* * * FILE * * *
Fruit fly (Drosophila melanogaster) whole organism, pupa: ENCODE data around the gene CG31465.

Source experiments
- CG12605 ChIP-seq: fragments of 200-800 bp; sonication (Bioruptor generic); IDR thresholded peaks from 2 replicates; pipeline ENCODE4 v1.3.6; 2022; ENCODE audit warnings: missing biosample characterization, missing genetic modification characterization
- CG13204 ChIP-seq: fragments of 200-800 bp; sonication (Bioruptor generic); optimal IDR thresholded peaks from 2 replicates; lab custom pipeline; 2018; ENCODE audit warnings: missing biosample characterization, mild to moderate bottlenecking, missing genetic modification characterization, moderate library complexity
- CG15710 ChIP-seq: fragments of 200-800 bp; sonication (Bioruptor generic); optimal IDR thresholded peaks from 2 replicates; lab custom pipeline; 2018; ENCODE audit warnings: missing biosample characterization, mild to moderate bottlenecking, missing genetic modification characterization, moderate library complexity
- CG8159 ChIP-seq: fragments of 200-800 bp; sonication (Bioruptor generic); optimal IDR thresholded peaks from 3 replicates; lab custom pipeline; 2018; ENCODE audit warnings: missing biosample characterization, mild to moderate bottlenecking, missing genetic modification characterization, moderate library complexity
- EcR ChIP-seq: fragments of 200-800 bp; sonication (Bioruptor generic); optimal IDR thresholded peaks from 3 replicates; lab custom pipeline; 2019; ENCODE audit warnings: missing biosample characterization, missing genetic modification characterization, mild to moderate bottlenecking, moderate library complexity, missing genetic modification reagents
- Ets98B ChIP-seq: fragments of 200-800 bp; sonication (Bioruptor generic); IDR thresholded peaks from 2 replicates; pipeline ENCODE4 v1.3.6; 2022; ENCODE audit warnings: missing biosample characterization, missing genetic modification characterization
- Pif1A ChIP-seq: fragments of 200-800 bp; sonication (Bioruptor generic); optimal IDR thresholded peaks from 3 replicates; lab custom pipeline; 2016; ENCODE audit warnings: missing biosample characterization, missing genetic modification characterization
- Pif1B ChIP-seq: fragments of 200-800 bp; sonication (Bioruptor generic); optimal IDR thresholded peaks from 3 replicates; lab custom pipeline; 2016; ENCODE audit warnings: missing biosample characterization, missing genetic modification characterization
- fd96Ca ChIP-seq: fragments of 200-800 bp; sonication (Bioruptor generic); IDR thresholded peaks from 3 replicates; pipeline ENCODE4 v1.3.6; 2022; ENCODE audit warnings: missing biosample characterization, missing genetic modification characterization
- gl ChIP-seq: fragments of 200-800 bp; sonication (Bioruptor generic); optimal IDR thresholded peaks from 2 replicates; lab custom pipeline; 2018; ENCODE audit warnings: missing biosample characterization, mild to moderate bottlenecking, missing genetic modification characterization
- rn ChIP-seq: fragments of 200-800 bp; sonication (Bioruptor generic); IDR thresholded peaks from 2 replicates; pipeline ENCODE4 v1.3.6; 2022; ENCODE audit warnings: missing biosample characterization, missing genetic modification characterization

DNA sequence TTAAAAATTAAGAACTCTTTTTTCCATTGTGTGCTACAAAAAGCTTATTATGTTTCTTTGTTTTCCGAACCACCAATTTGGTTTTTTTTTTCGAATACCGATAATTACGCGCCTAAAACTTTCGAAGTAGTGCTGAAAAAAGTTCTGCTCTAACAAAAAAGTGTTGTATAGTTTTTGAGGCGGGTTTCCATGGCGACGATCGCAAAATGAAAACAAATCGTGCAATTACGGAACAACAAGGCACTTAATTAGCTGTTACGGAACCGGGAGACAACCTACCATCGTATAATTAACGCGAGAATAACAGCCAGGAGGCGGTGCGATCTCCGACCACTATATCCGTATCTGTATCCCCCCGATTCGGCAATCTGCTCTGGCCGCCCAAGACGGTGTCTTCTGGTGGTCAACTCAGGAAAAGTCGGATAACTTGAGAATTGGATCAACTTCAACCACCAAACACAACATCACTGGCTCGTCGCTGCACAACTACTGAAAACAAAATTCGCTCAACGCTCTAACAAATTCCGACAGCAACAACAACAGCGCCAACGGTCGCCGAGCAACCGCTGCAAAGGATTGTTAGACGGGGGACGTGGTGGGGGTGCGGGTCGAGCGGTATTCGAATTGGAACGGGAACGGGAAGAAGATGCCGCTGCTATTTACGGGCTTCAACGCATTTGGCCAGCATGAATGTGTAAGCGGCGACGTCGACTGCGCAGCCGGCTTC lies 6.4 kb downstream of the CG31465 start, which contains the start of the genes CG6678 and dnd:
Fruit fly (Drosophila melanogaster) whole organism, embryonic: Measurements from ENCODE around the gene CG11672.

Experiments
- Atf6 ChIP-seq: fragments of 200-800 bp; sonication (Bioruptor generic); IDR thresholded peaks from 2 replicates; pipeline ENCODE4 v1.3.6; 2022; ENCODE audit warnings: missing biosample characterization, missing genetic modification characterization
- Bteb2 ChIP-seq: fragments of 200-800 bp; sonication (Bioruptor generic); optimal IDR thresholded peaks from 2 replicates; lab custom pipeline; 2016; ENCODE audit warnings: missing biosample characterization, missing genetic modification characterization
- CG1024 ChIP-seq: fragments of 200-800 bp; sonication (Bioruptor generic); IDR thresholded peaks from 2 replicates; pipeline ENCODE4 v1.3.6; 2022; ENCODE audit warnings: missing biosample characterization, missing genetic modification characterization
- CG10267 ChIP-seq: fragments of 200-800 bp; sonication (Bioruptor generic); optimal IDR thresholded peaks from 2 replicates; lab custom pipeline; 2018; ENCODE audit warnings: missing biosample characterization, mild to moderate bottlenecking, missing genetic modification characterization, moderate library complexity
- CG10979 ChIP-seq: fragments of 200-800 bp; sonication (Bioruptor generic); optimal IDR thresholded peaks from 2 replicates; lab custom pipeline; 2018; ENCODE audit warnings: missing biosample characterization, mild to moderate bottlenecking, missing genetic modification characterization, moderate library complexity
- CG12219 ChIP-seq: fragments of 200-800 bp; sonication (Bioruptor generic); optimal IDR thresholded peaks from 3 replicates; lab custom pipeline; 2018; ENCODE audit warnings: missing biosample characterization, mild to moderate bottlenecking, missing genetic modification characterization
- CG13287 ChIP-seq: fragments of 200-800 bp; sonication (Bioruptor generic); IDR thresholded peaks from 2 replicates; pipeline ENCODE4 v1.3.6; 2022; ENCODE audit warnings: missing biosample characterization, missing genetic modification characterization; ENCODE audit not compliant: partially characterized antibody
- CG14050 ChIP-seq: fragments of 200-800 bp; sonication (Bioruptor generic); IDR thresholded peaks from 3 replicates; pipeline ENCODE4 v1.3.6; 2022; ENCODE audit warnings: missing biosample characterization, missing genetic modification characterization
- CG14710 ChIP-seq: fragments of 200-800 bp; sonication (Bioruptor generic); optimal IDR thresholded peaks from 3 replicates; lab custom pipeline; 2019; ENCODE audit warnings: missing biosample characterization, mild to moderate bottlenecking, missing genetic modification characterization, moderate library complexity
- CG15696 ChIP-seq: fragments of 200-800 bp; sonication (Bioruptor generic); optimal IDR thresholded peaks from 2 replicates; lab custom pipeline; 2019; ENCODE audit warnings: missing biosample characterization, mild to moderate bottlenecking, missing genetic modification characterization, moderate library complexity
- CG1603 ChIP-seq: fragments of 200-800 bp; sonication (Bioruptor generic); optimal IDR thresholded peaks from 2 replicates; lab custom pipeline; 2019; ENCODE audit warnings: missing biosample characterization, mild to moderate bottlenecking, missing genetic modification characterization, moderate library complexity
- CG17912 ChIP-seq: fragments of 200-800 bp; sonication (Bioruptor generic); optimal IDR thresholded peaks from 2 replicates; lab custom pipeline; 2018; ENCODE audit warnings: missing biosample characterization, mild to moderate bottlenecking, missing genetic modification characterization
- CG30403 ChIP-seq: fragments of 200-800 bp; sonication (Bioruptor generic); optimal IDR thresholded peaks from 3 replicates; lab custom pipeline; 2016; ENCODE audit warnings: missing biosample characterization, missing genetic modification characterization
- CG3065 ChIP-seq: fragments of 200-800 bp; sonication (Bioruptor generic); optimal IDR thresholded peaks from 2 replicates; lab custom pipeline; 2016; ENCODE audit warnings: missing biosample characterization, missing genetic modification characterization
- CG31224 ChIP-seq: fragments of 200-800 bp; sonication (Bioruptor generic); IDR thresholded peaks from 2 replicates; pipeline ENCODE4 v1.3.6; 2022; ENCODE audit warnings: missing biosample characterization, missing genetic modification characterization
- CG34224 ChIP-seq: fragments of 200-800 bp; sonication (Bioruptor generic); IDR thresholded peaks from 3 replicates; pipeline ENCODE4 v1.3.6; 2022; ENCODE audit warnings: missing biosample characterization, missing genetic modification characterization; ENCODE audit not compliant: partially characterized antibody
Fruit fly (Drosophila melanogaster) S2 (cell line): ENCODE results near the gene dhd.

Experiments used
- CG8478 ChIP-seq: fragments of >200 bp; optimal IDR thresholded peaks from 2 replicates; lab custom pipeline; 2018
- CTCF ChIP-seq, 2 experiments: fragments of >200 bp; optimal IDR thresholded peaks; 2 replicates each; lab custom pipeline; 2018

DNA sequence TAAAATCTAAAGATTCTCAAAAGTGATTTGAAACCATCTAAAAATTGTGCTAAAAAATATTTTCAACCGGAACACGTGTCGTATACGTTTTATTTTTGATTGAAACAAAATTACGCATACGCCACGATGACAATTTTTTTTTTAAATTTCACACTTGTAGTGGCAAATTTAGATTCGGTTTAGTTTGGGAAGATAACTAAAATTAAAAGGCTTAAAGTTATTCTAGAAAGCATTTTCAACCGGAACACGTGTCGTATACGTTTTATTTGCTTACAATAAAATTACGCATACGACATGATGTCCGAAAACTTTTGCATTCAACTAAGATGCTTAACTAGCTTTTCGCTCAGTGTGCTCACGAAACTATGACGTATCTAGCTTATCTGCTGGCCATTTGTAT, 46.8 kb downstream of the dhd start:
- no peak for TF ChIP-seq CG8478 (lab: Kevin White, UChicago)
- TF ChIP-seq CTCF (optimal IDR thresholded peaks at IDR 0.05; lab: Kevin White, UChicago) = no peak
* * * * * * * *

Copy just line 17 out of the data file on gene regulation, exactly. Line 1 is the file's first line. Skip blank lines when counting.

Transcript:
- Atf6 ChIP-seq: fragments of 200-800 bp; sonication (Bioruptor generic); IDR thresholded peaks from 2 replicates; pipeline ENCODE4 v1.3.6; 2022; ENCODE audit warnings: missing biosample characterization, missing genetic modification characterization